Open for business

Miranda’s bold decision to uproot his entire Broadway show and take it to the island already inspired other performers to follow suit—specifically, Jimmy Fallon, who was inspired by Miranda to bring The Tonight Show to the island to help boost tourism, and let viewers know about other ways to help in the rebuilding process. “I gotta say, we had Lin-Manuel Miranda announce he was taking (Hamilton) to Puerto Rico,” Fallon told NBC News. “I was just inspired because that’s so hard to do. I don’t think people understand how hard it is to take a Broadway show outside of Broadway.” They went to Puerto Rico in January to tape an episode and, of course, see Hamilton.


The resulting episode was a celebration of Puerto Rico, complete with Fallon and musicians Questlove and Bad Bunny leading a carnival parade through the streets of Old San Juan, chef Jose Andres taking Fallon on a tour of beachside food kiosks in Piñones, and musicians Jose Feliciano and Ozuna singing “En Mi Viejo San Juan” at La Fortaleza.

“It’s a love song about a Puerto Rican who has left the island but dreams about going home,” explains Jennifer Long, a consulting producer for this episode of The Tonight Show, who grew up in San Juan. “There is no song more special to Puerto Ricans and no song more appropriate for this moment in time.”

While the episode was fun to watch, it carried with it a very important message: Puerto Rico is open for business. “Without a doubt, the best thing we could hope for—and I know this is so important to Jimmy—is go visit! Puerto Rico is up and running for business and they want your business and, quite frankly, they need it.”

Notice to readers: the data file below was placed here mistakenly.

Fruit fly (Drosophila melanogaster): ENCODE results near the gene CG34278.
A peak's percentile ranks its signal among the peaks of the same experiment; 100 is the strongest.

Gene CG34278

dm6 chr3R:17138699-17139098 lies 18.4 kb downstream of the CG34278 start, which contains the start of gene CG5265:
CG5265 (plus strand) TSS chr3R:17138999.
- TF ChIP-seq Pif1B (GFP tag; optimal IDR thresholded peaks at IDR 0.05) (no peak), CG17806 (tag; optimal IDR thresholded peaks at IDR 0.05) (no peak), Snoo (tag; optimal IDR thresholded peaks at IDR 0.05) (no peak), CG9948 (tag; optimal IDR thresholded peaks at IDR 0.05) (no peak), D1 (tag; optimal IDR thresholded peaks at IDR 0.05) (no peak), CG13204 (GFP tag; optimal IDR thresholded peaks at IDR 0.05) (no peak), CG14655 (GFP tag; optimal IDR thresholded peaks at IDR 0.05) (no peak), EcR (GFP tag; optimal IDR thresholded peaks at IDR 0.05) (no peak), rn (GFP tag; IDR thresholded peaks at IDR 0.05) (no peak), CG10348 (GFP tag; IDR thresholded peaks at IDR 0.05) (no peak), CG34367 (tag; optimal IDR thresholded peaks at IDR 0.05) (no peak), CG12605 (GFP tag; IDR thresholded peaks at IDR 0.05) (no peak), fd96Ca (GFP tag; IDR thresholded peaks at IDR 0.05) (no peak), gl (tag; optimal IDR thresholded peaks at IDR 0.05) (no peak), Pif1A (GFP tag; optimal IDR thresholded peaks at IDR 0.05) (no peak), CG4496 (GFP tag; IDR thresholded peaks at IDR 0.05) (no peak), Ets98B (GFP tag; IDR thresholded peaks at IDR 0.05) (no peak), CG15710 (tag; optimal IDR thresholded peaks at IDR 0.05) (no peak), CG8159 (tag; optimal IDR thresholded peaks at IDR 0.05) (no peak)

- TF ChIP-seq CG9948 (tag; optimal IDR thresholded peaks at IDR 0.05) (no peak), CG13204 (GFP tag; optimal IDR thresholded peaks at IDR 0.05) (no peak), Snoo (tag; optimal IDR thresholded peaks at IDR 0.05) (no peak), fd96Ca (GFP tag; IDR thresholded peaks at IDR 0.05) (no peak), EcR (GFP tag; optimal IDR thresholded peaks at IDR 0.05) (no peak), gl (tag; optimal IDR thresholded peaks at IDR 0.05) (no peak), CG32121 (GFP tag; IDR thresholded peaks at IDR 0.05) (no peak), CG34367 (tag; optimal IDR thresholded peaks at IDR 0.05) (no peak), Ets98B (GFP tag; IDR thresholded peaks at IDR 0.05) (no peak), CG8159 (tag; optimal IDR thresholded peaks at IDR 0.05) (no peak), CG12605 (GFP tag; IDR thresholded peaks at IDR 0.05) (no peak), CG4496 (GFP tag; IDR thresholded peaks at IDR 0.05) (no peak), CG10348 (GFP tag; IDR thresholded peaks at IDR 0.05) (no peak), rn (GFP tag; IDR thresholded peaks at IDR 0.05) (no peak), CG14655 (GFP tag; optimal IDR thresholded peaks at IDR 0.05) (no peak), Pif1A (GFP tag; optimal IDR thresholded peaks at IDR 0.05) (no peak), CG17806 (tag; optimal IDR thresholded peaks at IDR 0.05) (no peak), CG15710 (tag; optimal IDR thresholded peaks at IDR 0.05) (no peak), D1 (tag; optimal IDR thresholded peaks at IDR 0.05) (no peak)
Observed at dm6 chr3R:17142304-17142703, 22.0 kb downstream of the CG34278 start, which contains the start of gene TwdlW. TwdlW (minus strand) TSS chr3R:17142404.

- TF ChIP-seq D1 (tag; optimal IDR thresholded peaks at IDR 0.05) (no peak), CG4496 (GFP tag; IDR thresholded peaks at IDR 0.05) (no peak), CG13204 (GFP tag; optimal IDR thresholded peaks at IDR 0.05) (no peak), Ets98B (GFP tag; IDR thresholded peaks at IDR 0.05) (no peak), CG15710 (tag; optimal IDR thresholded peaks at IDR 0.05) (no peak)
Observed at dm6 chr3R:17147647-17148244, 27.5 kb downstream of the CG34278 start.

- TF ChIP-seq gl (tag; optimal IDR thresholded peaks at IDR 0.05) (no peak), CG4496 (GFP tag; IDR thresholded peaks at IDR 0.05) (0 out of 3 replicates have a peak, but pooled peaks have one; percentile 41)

That echoes what Manuel Laboy, secretary of the Department of Economic Development and Commerce for Puerto Rico, told Fast Company a year ago: “You want to help Puerto Rico? Go on vacation there.” It remains true.

While Hamilton has ended its run, the island has an ongoing rich cultural scene, spurred on by the influx of cash to the grantees of the Flamboyan Arts Fund. “Puerto Rico has the most beautiful beaches in the Caribbean and has unique cultural offerings such as museums, year-round cultural festivals, theater opportunities, musical concerts, and historic zones that appeal to all types of visitors,” Governor Rosselló said. “We want the world to know that Puerto Rico is Open for Business, that as we recover and rebuild, our island stands as the most exciting place in the United States for people to come visit.”

(Disclosure: This story was reported in part from Puerto Rico; the writer’s travel and hotel costs were reimbursed by Marriott.)


About the author

Melissa Locker is a writer and world renowned fish telepathist.